I only hope D.’s visit will not interfere with your coming down to Zurich to the carnival party, it would be an awful pity.

As for D. coming too I am rather uncertain whether she would fit into our group, you know she is so easily shocked, and of course at such a party no one can be expected to treat her specially, she would have to be just like any other person. . ..

The dream of B. shows you a girl who hasn’t given a damn about her birth and went all along on the individual way – probably rather a bit too much.

But in association with her you discover these men’s pajamas which you try first to give away, but finally remain with you, for your own use if made smaller.

That means a more masculine attitude, firmer and more self-dependent, as a man has to have in regard to the world …. I think you are right about C. in the dream and all it involves.

Though I wonder if in reality you would decline a party which is given by C.

That is to say, if you analyse the dream by taking C. subjectively your analysis is perfectly correct.

But as C. is a person whom you meet in reality and who belongs very much to the Analytical group I think you have to take her also objectively, and then the meaning might be a bit different.

I should say that then one is led to different conclusions, the sum of which would be that you ought to get somehow in contact with C. socially, not analytically.

The party would be a chance to do that, for instance.

By the way I don’t think C. likes parties and gatherings more than mildly; in a way she does, but in a very introverted sensation type way.

She enjoys herself being in a group, but does not make much effort to do something about people.

This attitude of an introverted sensation type might be quite useful to study.

And don’t forget too that as C. she is always somebody – perhaps too much only the wife of her husband, she likes to be taken on her own values, but on the other hand, it is of course much simpler and easier than it is for a person who like you has no husband along upon whom one can rely and who does create the social situation.

This may be a difficulty you undervalue, probably because in the USA it is the women who make the social situation.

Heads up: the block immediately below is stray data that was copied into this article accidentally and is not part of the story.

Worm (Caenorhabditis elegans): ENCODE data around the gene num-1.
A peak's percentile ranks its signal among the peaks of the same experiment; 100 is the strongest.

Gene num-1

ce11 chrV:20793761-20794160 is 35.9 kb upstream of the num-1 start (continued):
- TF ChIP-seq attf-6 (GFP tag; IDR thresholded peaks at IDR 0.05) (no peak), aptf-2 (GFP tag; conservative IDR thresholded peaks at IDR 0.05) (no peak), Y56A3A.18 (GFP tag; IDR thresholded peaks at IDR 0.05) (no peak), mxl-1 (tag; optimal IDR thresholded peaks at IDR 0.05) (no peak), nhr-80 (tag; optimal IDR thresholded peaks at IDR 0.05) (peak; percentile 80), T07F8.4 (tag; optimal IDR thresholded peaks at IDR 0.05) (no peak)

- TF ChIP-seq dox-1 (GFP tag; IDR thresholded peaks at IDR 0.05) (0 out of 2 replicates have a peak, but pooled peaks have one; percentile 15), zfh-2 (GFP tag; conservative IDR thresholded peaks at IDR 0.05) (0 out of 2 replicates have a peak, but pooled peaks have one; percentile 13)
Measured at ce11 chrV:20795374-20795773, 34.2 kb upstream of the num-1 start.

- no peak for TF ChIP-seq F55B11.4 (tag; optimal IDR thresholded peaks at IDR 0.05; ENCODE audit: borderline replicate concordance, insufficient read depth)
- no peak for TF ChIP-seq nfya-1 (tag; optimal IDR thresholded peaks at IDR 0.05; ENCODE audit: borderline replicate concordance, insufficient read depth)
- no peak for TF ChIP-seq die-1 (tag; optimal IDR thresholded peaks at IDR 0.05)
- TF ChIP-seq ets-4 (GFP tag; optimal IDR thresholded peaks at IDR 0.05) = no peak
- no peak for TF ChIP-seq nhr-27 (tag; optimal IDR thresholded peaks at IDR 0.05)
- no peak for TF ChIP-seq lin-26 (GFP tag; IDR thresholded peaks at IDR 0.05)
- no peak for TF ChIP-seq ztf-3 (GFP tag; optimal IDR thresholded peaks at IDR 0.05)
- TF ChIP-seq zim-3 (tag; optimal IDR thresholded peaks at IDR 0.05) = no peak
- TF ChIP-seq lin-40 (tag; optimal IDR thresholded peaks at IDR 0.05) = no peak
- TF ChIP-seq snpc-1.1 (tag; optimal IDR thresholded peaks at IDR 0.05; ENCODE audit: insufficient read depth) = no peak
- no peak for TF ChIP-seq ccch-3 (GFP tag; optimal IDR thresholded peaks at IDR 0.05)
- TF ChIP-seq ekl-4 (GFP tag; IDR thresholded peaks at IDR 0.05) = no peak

But in Europe it is very much the men.

A married woman is always getting her persona by the social position and profession of her husband.

I do hope you can come to the party, you just belong to it and we would feel decidedly that something were missing if you were still not well to come down.

But I do hope rather that D. is not coming, I don’t think she could get into our atmosphere.

Do take care of yourself and enjoy the days in bed in your room.

I am quite well and we don’t have much flu here.

I am trying to get my dancing a bit refreshed – took a course before Christmas. E. really encouraged me. F. and G. were also coming.

Our teacher is going to St. Moritz next week to lead the international dancing competition she had organized.

Love and good wishes,

Toni ~Toni Wolff, Jung My Mother and I, Pages 142-144

Toni Wolff’s Letter to Katy Cabot  June 25th 1937

I think it was very fine and courageous of you to have made this decision to [to give up Eranos].

I realise how difficult it must have been for you.

But I am absolutely convinced that it was the only course to take not to come, as your health matters far more than anything else.

And you can be sure to make a great moral and spiritual gain by this most wise decision.

One always gets something in another direction after having made a sensible sacrifice.

You will somehow get far more than you would have got at the lectures.